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Holding Private Property Owners And Government Agencies Responsible For Your Injuries

Whether your accident happened on public property or at someone’s private business, you have options to obtain compensation for your injuries. However, the rules for filing a personal injury claim against a government entity are different and requires the assistance of an experienced attorney to help you succeed.

At the Law Offices of Eric Hershler, we can help you get the recovery you need to move forward. Our founding attorney has over 35 years of experience assisting clients in the Los Angeles area. We understand how overwhelming it can be to consider filing a personal injury lawsuit, especially when you need to focus on recovering from your injury. When you work with us, we will help you shoulder that burden so that you can get the help you need.

Understanding The Claims Process Against A Government Entity

While the California Tort Claims Act shields government agencies from tort claims, an injured party can still file a claim under certain California statutes. For example, Section 835 of the California Government Code holds public entities liable for injuries caused by dangerous conditions on government property.

To succeed on a claim under this statute, you must prove that:

  • At the time of the injury, the property was in a dangerous condition
  • The dangerous condition caused the injury
  • The risk of that injury was a reasonably foreseeable consequence of the dangerous condition

You must also prove that either the government entity had actual or constructive notice of the dangerous condition or an employee created the condition by a negligent or wrongful act in the scope of their employment. Having actual notice means that the entity knew of the dangerous condition. Constructive notice means that they should have reasonably discovered the dangerous condition.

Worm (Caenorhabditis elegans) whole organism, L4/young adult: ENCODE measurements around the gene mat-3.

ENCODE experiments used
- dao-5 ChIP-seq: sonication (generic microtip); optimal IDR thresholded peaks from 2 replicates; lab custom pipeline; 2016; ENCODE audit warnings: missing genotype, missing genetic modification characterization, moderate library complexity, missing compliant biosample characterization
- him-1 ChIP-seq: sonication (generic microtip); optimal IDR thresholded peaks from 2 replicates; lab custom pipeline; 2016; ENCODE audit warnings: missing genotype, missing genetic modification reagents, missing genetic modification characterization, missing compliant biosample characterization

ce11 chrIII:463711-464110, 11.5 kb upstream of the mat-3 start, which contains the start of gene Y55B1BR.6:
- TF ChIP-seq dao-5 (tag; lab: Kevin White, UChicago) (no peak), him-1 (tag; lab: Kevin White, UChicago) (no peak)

To file a claim against a government agency, you must submit a notice of claim that gives the government 45 days to investigate and respond. The government will either reject the claim, approve it in whole or in part, and offer you a settlement or request additional information. When a claim is rejected, you can file a civil lawsuit against the entity. However, you must file a suit within six months from the date you received notice of the claim rejection. If the government fails to respond, you have two years from the date of the accident to file a claim.

Filing A Claim Against A Private Property Owner

Property owners in California owe a duty of care to visitors. When an owner breaches this duty and someone gets hurt, the injured party can hold the owner liable by filing a premises liability lawsuit. To prove that a property owner breached their duty of care, you must show that they knew or should have known about the dangerous condition, they failed to make the condition safe or warn visitors and the condition caused an injury. In California, you have two years after the date of the accident or two years from when you noticed the injury to file a premises liability lawsuit.

Let Us Help You Maximize Your Recovery

After suffering an injury on private or public property, you do not have time to waste. The sooner you contact an experienced premises liability attorney, the better chance you have at maximizing your recovery. Call us today to schedule a free initial consultation at 424-432-5084 or fill out our online contact form to get in touch with us. We never charge a fee unless we win compensation for you.